The majority of the jobs that aren’t back to prepandemic work force levels are very low-income jobs; they are what the U.S. Private Sector Job Quality Index, which I cocreated, calls low-quality jobs. Through March of this year, most of the private sector jobs eliminated during the pandemic that haven’t been restored are production and “nonsupervisory” jobs that offered weekly pay averaging less than $750 prepandemic. There are more than 45 million low-paying jobs like these, constituting roughly 43 percent of all production and nonsupervisory jobs in the country. This is not about a mere, unfortunate corner of the jobs market.
Twenty-three million of these jobs paid under $500 per week prepandemic: That’s $26,000 per year. Not only are the wages low: Many of these jobs offer well below 30 hours of work per week.
In fairness, WRAL’s story does point out that:
The state’s unemployment benefits suck, and people already have to prove they’re looking for work to keep the checks coming.
Federal benefits can end if you turn down a job.
The pandemic burden has largely fallen on women, in large part because North Carolina has subpar access to childcare.
Anyway, regardless of whether it’s a good idea, there’s a logistical snag: the General Assembly wants to pay for it out of American Rescue Plan money. But the American Rescue Plan specifically says they can’t use those funds for bonuses.
Edwards asked Congress to change the law. Since Democrats run DC and benefits expire in three months, that’s unlikely at best.
U.S. Rep. Ted Budd, a member of North Carolina’s Sedition Caucus who is running for Senate, has proposed a bill to replace the federal benefits with bonuses. Also not happening.
So that part of the bill is DOA. It has some other provisions that would go into effect if Governor Cooper signs it, however: job seekers would be required to accept an interview if one is offered and take a drug test if required by the employer.
The House, meanwhile, is moving a bill that would require the state to stop accepting the federal supplements. It, too, will be vetoed.
3. Coach K Calls It Quits
Duke head coach Mike Krzyzewski will retire at the end of next season, according to lots of sources.
Krzyzewski is the second-longest tenured coach in NCAA Division I, having led the Blue Devils’ program since being hired in 1980. He will end his career as the winningest men’s basketball coach in Division I history with 1,170 wins and counting. He also led Duke to national titles in 1991, 1992, 2001, 2010 and 2015.
Naming his successor will be considered the first major hire for newly promoted athletic director Nina King, who was just named Kevin White’s replacement last month.
4. Raleigh Will Give Its Cops More Money
About 50 people turned up outside City Hall on Tuesday night to protest Raleigh’s proposed budget, though the meeting was virtual and none of the council members was physically present. Another couple of dozen called in, each getting a minute—and only a minute—to lodge their criticism of the $5 million increase in the proposed Raleigh Police Department budget.
The additional money would fund seven new positions to police parks and greenways, as well as pay into the retirement system.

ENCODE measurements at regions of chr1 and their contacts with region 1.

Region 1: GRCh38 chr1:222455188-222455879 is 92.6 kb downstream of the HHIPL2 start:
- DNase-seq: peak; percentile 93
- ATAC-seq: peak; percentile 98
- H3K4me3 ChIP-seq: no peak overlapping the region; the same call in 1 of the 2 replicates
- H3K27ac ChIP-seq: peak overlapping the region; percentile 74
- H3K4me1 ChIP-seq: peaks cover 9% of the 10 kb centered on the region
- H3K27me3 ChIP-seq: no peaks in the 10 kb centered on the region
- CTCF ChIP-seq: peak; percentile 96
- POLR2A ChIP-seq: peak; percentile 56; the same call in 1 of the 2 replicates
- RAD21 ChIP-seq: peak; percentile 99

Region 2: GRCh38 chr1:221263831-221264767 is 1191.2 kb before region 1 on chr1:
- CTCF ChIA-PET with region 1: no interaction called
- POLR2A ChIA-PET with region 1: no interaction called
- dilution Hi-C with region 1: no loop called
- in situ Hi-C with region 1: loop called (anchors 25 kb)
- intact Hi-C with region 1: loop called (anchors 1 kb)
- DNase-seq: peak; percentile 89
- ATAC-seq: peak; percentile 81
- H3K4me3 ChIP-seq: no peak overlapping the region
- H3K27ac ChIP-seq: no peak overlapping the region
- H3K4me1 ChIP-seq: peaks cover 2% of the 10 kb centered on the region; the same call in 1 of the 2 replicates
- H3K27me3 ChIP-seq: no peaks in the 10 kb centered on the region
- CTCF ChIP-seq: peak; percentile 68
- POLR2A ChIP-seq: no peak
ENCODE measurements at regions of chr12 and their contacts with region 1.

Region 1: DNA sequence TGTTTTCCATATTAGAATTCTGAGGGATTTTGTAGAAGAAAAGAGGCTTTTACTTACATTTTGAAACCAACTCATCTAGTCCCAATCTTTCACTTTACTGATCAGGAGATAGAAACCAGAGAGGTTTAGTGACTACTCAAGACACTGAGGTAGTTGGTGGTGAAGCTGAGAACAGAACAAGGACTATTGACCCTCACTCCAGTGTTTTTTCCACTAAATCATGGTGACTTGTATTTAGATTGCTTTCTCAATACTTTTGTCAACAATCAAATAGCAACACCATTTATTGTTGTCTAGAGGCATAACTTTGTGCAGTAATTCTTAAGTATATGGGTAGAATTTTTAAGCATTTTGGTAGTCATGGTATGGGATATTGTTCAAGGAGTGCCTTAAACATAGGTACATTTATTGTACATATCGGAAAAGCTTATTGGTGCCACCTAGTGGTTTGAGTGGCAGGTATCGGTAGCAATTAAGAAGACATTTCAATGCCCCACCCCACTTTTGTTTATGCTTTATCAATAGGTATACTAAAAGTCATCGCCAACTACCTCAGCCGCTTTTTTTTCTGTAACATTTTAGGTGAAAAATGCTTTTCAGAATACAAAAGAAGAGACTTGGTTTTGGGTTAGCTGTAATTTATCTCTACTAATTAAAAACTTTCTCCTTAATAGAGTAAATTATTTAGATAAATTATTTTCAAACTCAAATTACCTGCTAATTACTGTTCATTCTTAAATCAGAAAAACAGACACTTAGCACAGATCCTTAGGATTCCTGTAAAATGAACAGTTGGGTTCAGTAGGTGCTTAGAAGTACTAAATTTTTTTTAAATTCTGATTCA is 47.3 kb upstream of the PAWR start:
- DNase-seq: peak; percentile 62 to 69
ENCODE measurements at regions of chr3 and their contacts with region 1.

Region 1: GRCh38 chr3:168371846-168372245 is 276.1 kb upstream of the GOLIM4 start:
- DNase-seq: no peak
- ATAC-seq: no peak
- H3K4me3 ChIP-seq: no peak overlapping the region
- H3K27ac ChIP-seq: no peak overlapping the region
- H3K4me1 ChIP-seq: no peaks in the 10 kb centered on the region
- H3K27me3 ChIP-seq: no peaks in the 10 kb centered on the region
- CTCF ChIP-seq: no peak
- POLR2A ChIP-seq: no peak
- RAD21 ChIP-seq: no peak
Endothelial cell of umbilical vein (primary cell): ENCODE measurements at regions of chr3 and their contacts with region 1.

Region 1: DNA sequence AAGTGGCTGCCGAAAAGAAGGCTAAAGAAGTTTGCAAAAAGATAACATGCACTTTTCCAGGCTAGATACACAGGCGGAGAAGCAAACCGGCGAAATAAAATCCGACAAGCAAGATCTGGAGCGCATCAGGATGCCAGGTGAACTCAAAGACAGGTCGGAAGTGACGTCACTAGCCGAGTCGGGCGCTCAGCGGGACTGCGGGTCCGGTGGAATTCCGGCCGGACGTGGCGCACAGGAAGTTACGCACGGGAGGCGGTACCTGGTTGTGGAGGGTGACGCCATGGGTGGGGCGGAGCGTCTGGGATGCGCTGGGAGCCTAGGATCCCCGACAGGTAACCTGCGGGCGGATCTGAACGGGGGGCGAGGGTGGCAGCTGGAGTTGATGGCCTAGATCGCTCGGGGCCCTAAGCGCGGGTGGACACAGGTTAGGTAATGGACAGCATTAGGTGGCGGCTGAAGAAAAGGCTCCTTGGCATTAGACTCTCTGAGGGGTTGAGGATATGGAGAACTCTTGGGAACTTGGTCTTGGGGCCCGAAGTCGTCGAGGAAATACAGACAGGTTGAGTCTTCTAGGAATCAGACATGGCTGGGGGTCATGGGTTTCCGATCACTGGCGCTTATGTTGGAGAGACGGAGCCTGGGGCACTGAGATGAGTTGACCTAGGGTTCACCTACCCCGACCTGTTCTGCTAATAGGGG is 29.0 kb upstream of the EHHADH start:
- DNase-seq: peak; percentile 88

The protesters want the council to defund RPD, which is currently taking heat over allegations that a detective faked drug evidence. My friends, that ain’t happening.
They’d also like the city to shift a chunk of change into an alternative to policing, like Durham’s new Community Safety Department. Raleigh has a version of that, though it’s under RPD’s auspices and much smaller. The program is called ACORNS. Outgoing Chief Cassandra Deck-Brown shifted some money in her budget to create it, but the city couldn’t tell me how much yesterday.
The city is raising property taxes by about 5%, mostly to pay for last year’s affordable housing bond, but also for parks.
5. In Israel, Netanyahu Is Probably Finished
Sending you on your way with some international news: After limping through four governments in two years and battling corruption charges, Israeli prime minister Benjamin Netanyahu appears to be on his way out.
A diverse group of opposition lawmakers notified Israeli President Reuven Rivlin Wednesday that they have agreed on the terms of a power-sharing government that would replace Benjamin Netanyahu as prime minister for the first time in 12 years.
The step sets up a vote on the arrangement by Israel's full parliament, probably within a week to 12 days.
Final details of the plan, hashed out in marathon negotiations over the last several days, remained unclear. But according to local media, former defense minister Naftali Bennett will replace Netanyahu, his former mentor, as prime minister for a fixed term, possibly two years, before the top job is taken over by centrist opposition leader Yair Lapid. …
The governing coalition now poised to take power in Israel is an ideological mix—many would say mess—of factions that range from religiously oriented advocates of Jewish settlements in the West Bank to secular supporters of an independent Palestinian state.
But there is one thing they all agree on: It is time for Benjamin Netanyahu to go.
Long story short: Even many of Netanyahu’s allies think he’s an authoritarian nutcase.
“‘No one believes a word he says. Why would they?’ said Jonathan Rynhold, professor of political studies at Bar-Ilan University. ‘Part of it is personal with these people who know him. And part of it is that all of them have come to believe that Mr. Netanyahu has put his personal interests ahead of the interests of the State of Israel because he can no longer distinguish between the two.’”
His die-hards will try to disrupt the new coalition in hopes of keeping him in power anyway. Nothing is set in stone yet.